The Tax Appeal Tribunal (TAT or “the Tribunal”) recently delivered judgement in the case between Ecobank Nigeria Limited (“Ecobank” or “the Company”) and the Federal Inland Revenue Service (“FIRS”).
The judgement was to the effect that Section 19 of the Companies Income Tax Act (CITA) on taxation of dividends, otherwise known as the Excess Dividend Tax (EDT), is applicable to income derived from bonds, treasury bills and other short-term government securities which are tax-exempt by virtue of the Companies Income Tax (Exemption of Bonds and Short-Term Government Securities) Order, 2011 (“Exemption Order”).
Facts of the case
Ecobank invests in the Federal Government’s bonds, treasury bills and other short-term securities alongside its core banking services. The Company reported a tax loss in 2015 financial year after excluding its tax-exempt income from its companies income tax (CIT) computations. However, the Company declared and paid a total dividend of N5,545,000,000.00 in that year as detailed below:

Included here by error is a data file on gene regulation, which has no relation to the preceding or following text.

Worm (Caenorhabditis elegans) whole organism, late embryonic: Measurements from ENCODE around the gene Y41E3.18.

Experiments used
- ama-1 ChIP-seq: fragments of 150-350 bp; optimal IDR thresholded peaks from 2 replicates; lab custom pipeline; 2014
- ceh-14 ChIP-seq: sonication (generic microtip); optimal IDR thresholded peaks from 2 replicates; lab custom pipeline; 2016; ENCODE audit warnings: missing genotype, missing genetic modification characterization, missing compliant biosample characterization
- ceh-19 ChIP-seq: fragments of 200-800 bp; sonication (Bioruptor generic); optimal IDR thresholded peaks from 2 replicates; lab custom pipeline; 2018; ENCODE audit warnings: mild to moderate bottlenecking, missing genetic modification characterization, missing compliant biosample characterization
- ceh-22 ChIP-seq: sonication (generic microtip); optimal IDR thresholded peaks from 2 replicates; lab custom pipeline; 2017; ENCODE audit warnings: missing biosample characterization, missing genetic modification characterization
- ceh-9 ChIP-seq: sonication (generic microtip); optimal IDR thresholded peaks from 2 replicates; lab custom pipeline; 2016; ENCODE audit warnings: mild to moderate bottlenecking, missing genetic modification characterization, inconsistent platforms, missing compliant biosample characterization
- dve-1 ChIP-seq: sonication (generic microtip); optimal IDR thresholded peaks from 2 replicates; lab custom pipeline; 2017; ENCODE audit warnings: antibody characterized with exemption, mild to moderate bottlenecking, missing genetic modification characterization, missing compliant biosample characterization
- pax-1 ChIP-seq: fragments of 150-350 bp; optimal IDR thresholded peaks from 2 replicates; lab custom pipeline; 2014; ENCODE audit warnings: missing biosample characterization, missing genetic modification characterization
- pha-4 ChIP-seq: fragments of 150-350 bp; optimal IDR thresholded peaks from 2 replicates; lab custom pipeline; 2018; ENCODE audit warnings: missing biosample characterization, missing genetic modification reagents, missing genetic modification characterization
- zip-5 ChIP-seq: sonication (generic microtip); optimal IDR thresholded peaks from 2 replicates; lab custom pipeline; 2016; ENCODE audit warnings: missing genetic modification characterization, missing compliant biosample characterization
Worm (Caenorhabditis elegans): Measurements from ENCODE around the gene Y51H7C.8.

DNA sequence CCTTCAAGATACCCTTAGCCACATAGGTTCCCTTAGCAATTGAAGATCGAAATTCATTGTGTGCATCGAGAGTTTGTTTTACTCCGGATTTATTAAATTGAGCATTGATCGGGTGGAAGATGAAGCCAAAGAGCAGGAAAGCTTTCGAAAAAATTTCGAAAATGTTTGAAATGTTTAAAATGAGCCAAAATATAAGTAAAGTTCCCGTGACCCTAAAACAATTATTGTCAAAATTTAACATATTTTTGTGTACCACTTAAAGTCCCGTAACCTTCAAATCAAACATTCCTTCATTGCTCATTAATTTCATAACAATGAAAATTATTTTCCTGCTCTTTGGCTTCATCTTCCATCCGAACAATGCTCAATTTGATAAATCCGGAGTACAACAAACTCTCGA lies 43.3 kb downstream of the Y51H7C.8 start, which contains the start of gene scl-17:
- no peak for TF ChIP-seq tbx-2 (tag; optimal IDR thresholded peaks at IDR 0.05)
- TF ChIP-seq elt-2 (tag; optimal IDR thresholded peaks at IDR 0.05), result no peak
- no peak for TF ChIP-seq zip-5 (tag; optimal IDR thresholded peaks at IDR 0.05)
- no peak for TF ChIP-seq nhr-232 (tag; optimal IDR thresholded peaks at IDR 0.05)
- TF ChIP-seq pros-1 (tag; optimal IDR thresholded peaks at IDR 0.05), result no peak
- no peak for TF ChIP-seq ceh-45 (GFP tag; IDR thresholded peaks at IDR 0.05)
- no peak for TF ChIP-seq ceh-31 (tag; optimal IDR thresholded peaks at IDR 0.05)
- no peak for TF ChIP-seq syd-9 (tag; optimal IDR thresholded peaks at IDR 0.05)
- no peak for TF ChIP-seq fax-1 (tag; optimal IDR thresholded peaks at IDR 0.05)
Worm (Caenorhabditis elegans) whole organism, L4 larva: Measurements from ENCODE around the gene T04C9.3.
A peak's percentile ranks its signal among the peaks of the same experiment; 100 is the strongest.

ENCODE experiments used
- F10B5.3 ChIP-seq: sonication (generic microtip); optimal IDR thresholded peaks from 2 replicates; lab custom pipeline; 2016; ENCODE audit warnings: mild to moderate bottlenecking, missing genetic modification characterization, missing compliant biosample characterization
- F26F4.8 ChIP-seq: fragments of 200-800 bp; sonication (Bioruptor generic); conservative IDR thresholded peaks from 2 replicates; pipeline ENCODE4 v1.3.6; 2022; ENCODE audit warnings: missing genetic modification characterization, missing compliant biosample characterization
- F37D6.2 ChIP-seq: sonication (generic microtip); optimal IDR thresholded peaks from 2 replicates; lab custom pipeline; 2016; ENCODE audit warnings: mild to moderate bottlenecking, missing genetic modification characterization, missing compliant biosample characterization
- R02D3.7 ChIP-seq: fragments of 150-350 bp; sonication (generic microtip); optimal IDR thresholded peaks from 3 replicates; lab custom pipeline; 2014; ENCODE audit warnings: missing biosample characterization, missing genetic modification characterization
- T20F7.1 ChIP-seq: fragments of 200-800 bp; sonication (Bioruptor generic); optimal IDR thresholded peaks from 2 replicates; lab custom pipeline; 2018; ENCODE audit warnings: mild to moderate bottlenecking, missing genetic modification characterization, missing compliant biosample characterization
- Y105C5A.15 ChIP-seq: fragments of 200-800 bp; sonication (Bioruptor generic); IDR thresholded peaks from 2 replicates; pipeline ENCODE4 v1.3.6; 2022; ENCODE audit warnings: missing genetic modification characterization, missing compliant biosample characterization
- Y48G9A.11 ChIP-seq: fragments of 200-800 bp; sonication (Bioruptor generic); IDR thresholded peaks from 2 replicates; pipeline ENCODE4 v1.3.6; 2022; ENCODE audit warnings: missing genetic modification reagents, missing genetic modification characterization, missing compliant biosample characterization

In 2016, the FIRS conducted a tax audit exercise on the Company’s records and subjected the entire dividend to EDT. The Company contended the FIRS’ position on the portion of its dividend that was sourced from tax-exempt income, based on the Exemption Order. However, the Company accepted the EDT liability associated with the income from other sources.
The Company posited that Section 19 should not be applied strictly, in isolation from similar statutory provisions such as Section 23 of CITA, which birthed the Exemption Order. The Company also argued that while the EDT provision served as an anti-tax avoidance rule, in applying the mischief rule of legal interpretation, the combined reading of Sections 19, 23(2) and 84 of CITA was certainly to exclude the application of EDT to income that is expressly exempt from CIT. Otherwise, this will amount to approbation and reprobation by the law at the same time, which is inequitable.
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